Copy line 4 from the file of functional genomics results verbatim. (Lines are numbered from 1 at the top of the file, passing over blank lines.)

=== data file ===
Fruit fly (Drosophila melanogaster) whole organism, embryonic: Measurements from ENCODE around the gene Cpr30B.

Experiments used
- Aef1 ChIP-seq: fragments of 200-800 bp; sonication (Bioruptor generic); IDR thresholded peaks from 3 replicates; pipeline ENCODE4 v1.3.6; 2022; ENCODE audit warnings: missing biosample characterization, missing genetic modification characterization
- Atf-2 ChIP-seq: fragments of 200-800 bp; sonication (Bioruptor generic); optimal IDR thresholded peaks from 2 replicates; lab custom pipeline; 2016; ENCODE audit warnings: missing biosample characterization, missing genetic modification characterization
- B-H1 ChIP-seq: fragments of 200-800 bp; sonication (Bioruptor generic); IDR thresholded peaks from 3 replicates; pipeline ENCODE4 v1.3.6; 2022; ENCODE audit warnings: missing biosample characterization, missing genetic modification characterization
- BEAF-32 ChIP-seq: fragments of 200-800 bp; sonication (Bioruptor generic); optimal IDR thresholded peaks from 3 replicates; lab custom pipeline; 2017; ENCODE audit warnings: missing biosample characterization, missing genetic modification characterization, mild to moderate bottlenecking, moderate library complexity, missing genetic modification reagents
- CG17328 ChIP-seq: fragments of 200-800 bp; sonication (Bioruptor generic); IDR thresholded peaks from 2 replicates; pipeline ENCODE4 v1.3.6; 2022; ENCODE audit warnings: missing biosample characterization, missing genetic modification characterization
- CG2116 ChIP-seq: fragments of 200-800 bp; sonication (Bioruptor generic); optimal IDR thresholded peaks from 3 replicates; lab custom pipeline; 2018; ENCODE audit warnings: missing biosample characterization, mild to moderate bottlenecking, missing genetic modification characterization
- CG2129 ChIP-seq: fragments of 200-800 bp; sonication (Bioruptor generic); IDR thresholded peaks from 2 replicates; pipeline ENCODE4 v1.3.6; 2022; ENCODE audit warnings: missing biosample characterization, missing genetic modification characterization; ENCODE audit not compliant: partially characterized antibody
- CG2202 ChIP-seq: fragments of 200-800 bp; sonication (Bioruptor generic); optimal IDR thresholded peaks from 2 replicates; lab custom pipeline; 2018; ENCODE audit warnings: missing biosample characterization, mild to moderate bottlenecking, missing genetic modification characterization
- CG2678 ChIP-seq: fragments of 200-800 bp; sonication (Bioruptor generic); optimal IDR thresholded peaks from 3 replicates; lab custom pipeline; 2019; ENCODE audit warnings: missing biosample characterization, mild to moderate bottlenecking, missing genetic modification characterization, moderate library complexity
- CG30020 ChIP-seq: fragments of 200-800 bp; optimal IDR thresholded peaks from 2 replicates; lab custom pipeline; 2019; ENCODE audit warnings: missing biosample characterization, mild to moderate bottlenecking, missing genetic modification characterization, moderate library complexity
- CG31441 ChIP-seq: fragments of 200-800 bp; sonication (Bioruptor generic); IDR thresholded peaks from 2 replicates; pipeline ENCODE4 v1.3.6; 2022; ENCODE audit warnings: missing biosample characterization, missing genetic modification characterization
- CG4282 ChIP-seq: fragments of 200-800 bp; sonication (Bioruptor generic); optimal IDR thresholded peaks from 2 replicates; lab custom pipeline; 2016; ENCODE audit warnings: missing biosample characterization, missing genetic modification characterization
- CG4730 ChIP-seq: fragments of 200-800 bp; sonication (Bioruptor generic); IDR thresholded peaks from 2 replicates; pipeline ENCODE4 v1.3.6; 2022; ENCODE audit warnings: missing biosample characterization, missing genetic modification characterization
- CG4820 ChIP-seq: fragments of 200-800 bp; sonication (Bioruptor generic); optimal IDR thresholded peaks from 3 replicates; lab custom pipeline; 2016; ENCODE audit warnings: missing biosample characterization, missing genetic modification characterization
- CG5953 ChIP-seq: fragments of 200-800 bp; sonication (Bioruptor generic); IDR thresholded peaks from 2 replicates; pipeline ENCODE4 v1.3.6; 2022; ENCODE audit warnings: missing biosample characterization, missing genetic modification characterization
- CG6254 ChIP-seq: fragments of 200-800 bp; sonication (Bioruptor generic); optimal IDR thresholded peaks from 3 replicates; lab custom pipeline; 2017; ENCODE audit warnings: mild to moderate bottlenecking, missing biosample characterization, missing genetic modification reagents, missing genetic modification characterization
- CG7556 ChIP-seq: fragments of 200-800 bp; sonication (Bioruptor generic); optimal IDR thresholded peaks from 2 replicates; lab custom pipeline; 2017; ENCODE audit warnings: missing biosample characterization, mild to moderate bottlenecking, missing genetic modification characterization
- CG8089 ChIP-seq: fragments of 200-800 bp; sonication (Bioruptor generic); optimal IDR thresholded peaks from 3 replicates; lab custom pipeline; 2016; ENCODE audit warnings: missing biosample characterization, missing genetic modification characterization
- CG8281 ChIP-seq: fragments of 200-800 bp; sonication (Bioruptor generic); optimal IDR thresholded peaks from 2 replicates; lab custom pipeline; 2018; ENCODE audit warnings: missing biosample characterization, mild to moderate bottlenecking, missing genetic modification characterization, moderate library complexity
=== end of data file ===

- Atf-2 ChIP-seq: fragments of 200-800 bp; sonication (Bioruptor generic); optimal IDR thresholded peaks from 2 replicates; lab custom pipeline; 2016; ENCODE audit warnings: missing biosample characterization, missing genetic modification characterization